Bloomberg’s monumental act banning smoking in 2003 had more side affects than the secondhand smoke banished by the legislation. As smokers poured out of the clubs and into the streets to enjoy a smoke, neighbors were treated to the loud idle chatter and laughter of revelers outside their windows. Clubs’ security guards have proven ineffective in curtailing the noise, and this conflict needs to be addressed. What I would like to see happen during Mayor Mike’s third term is firstly the allowance, finally, of the “paid detail.” Banks, shoe stores, even private events can hire a uniformed police officer under the “paid detail” program. Clubs have been denied access to these officers, even though they could greatly improve relationships between joints and their neighbors. A man or gal in blue can order a cab to stop honking, he or she can convince loud patrons to keep their banter to a whisper, they can stop disturbances from escalating to a brawl, and they would be a protective entity on blocks deterring pickpockets, litterers, and even those who might want to take a quick tinkle on a lamp post. In the past, the administration cited possible corruption of their officers and denied the availability of the paid detail to night spots. Let’s hope this is reconsidered.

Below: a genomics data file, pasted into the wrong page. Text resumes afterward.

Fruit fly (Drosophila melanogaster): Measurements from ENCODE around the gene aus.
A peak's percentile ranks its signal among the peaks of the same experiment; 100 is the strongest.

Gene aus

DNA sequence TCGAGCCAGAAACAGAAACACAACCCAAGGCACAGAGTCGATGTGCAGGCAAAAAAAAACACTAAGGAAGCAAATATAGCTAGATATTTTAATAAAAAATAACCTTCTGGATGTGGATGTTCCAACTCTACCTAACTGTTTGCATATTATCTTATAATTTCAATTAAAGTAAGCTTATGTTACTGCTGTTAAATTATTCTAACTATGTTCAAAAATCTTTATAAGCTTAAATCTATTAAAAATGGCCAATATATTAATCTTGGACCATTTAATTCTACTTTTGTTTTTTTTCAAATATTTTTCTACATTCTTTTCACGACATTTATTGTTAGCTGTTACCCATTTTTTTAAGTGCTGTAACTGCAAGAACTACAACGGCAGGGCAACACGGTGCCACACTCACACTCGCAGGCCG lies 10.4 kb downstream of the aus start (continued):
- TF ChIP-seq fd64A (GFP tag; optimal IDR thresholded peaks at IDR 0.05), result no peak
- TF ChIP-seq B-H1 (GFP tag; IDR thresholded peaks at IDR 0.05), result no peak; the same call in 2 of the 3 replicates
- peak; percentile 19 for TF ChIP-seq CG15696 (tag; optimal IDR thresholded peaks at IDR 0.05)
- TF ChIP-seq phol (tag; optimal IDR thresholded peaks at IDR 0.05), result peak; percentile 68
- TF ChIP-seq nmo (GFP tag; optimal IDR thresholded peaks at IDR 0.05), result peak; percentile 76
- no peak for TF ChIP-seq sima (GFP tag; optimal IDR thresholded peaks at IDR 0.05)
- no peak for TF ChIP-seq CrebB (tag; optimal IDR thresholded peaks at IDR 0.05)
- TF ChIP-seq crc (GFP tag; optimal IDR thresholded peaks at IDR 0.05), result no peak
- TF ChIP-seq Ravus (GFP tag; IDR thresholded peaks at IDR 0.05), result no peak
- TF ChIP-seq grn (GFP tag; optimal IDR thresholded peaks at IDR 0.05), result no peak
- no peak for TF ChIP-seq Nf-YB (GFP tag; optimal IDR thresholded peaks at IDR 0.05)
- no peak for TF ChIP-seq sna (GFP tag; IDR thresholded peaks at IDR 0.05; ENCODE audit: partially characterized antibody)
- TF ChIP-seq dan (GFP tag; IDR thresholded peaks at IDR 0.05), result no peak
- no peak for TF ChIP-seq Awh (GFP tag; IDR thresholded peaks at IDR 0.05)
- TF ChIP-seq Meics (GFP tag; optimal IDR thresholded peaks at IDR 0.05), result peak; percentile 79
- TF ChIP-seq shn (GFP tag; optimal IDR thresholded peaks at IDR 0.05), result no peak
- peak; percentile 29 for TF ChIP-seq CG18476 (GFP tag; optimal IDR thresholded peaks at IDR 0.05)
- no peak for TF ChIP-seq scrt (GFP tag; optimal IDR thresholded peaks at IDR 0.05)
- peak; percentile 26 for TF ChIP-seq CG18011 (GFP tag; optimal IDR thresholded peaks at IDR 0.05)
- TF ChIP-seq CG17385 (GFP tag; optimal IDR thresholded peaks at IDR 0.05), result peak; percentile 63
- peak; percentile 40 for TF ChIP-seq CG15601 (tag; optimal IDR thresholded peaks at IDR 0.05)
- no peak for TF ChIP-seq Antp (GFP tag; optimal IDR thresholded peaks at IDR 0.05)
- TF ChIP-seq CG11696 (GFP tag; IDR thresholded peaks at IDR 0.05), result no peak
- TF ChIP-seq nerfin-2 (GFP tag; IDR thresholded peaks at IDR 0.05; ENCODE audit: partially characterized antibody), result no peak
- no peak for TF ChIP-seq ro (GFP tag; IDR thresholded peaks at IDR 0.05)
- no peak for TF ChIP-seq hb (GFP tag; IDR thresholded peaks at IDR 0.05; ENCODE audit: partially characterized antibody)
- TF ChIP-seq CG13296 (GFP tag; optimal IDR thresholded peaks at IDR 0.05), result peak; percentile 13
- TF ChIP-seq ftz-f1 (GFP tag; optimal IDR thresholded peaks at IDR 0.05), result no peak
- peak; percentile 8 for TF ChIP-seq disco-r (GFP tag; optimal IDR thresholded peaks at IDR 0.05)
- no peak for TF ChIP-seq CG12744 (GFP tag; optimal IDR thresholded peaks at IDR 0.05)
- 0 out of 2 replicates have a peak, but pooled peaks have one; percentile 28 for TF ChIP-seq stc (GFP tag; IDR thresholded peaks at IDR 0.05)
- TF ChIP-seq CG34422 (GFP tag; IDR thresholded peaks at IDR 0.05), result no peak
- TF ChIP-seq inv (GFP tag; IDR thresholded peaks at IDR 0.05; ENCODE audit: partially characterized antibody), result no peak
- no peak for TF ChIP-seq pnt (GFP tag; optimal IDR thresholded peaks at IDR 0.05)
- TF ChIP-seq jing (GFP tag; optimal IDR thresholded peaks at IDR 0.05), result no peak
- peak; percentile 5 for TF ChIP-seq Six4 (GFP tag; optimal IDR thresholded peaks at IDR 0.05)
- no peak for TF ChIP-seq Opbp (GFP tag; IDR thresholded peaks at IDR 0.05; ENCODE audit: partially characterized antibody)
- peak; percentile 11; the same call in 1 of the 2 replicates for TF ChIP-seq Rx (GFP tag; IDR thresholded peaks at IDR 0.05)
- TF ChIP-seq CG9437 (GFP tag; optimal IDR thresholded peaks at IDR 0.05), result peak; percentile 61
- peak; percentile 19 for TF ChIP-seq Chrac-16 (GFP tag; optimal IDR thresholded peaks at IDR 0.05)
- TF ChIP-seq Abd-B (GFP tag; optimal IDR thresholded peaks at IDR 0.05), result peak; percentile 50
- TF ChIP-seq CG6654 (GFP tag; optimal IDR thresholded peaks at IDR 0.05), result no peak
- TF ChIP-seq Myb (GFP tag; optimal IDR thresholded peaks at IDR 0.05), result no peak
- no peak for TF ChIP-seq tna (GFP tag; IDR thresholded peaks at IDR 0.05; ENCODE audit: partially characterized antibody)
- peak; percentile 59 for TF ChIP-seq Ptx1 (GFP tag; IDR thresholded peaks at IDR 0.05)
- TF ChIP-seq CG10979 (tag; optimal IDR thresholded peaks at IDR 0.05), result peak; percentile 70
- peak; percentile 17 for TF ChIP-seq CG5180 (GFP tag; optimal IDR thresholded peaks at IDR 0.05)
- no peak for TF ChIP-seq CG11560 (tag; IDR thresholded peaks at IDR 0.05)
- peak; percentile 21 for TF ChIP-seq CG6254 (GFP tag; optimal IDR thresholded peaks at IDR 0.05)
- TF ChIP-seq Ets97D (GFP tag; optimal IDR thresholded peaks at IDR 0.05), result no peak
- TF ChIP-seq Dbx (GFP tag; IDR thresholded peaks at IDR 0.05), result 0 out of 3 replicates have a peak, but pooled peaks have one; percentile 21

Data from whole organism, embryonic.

Secondly, the repeal of the nuisance abatement act. Cops go into places undercover, purchase small amounts of drugs, go to court, say that the club is a clear and present danger to the public, and get a judge to shut the joint down. This always happens on a Friday night, so clubs lose their weekend revenues and are therefore punished before a hearing decides the value of the police action. Under this administration, clubs can be shut down and harassed without due process. Armies of city officials basically invade clubs in the middle of a night. Flashlights are pointed in taxpayers’ faces, IDs double-checked, bars inspected for violations, fruit flies are sought out, pounds of paperwork are meticulously pored over. All in all, it’s a very police-state-like happening. The resulting tickets often result in serious fines, suspensions, or even closure. Now, there certainly is a need to regulate nightlife. There are bad eggs operating out there. Here’s hoping this new term brings fair play to the administration of nightlife.